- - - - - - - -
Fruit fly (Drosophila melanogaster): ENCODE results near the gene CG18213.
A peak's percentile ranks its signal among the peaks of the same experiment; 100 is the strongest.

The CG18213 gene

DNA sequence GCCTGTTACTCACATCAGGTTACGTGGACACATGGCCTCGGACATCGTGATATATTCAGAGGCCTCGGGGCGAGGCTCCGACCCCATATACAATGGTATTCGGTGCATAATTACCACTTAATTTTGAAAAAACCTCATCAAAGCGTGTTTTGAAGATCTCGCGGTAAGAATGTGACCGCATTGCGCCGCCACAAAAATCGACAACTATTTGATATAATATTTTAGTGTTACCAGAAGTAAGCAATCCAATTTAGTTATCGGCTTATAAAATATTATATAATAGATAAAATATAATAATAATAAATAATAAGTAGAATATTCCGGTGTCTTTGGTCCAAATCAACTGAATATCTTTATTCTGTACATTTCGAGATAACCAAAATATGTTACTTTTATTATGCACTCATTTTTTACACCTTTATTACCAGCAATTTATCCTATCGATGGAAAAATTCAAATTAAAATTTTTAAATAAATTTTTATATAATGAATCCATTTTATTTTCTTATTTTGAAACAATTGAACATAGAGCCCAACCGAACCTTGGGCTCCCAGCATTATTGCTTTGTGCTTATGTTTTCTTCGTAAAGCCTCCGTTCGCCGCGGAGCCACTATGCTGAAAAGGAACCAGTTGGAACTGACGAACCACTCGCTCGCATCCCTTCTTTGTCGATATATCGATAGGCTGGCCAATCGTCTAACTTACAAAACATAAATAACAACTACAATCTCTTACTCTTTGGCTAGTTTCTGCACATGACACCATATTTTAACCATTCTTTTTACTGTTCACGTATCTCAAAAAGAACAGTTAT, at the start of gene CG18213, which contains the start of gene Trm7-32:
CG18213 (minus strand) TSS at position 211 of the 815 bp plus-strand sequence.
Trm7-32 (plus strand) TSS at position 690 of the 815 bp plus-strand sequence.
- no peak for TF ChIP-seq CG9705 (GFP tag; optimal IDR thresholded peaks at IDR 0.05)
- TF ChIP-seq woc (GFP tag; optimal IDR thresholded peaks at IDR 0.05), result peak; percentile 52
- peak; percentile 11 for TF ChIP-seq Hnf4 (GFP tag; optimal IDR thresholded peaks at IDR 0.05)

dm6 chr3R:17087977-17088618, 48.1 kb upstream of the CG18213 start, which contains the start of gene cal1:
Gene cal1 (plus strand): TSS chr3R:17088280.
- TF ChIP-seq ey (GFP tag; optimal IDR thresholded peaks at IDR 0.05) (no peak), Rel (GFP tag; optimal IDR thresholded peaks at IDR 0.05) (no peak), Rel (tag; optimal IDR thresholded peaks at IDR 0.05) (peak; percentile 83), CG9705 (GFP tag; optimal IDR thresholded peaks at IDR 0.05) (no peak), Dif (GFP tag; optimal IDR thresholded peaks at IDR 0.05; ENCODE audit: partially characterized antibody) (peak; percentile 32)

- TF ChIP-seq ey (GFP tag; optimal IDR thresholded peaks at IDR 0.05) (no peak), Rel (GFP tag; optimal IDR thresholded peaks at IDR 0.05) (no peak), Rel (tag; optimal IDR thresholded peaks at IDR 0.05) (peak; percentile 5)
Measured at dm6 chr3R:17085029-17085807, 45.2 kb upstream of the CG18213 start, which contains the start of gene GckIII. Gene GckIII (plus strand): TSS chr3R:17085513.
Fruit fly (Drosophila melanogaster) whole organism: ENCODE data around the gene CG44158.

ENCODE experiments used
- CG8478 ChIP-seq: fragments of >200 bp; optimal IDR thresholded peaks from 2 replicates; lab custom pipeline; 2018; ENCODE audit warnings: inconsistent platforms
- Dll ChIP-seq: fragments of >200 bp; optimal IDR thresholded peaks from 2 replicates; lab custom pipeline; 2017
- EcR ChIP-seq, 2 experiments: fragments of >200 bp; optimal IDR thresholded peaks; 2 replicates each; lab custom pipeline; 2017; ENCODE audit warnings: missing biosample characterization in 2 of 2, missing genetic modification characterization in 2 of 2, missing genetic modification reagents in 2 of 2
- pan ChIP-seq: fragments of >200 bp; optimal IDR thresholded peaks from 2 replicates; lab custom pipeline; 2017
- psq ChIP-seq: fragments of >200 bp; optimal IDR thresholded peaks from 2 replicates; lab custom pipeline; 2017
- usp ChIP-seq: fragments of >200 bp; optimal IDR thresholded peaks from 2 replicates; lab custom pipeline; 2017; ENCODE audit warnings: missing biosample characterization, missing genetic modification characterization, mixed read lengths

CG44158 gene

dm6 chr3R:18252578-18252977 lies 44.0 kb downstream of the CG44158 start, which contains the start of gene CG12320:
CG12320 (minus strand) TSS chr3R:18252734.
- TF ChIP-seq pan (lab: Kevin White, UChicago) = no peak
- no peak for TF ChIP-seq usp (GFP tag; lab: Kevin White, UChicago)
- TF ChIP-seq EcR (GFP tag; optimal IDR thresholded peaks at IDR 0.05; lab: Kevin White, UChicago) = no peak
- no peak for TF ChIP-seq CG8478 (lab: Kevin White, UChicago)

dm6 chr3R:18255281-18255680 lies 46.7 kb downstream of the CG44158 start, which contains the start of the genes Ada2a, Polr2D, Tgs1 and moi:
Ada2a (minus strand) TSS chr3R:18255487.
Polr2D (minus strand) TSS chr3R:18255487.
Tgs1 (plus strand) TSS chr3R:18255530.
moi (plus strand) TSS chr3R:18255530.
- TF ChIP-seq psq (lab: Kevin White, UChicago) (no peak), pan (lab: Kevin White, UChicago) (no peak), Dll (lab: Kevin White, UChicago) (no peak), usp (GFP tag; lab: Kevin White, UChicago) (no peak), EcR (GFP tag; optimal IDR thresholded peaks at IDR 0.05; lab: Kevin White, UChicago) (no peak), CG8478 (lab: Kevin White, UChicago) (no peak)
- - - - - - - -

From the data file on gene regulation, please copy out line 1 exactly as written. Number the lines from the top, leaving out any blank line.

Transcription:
Fruit fly (Drosophila melanogaster): ENCODE results near the gene CG18213.